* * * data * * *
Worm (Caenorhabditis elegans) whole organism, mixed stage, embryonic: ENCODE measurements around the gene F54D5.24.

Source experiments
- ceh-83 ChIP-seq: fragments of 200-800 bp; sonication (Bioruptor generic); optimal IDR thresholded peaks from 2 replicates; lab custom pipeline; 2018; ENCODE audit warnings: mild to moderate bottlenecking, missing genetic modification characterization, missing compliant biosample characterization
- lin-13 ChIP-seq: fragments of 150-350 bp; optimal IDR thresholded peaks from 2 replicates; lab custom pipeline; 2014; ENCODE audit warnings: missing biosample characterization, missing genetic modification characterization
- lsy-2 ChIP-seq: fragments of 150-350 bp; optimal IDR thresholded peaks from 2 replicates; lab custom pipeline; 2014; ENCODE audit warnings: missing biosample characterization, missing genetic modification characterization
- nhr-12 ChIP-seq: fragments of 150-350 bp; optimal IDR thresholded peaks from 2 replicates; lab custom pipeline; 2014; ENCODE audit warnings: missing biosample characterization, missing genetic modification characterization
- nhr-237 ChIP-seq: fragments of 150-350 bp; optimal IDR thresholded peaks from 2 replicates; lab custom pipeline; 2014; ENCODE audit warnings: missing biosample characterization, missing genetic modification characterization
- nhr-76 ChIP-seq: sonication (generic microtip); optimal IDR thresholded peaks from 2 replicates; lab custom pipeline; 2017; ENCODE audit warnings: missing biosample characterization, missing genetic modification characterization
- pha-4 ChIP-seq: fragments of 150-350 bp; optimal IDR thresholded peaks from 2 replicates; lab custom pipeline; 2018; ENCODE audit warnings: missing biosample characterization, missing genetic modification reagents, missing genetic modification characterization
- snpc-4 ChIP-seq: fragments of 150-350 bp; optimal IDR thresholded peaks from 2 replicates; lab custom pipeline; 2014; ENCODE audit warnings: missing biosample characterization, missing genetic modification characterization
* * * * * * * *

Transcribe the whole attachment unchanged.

Worm (Caenorhabditis elegans) whole organism, mixed stage, embryonic: ENCODE measurements around the gene F54D5.24.

Source experiments
- ceh-83 ChIP-seq: fragments of 200-800 bp; sonication (Bioruptor generic); optimal IDR thresholded peaks from 2 replicates; lab custom pipeline; 2018; ENCODE audit warnings: mild to moderate bottlenecking, missing genetic modification characterization, missing compliant biosample characterization
- lin-13 ChIP-seq: fragments of 150-350 bp; optimal IDR thresholded peaks from 2 replicates; lab custom pipeline; 2014; ENCODE audit warnings: missing biosample characterization, missing genetic modification characterization
- lsy-2 ChIP-seq: fragments of 150-350 bp; optimal IDR thresholded peaks from 2 replicates; lab custom pipeline; 2014; ENCODE audit warnings: missing biosample characterization, missing genetic modification characterization
- nhr-12 ChIP-seq: fragments of 150-350 bp; optimal IDR thresholded peaks from 2 replicates; lab custom pipeline; 2014; ENCODE audit warnings: missing biosample characterization, missing genetic modification characterization
- nhr-237 ChIP-seq: fragments of 150-350 bp; optimal IDR thresholded peaks from 2 replicates; lab custom pipeline; 2014; ENCODE audit warnings: missing biosample characterization, missing genetic modification characterization
- nhr-76 ChIP-seq: sonication (generic microtip); optimal IDR thresholded peaks from 2 replicates; lab custom pipeline; 2017; ENCODE audit warnings: missing biosample characterization, missing genetic modification characterization
- pha-4 ChIP-seq: fragments of 150-350 bp; optimal IDR thresholded peaks from 2 replicates; lab custom pipeline; 2018; ENCODE audit warnings: missing biosample characterization, missing genetic modification reagents, missing genetic modification characterization
- snpc-4 ChIP-seq: fragments of 150-350 bp; optimal IDR thresholded peaks from 2 replicates; lab custom pipeline; 2014; ENCODE audit warnings: missing biosample characterization, missing genetic modification characterization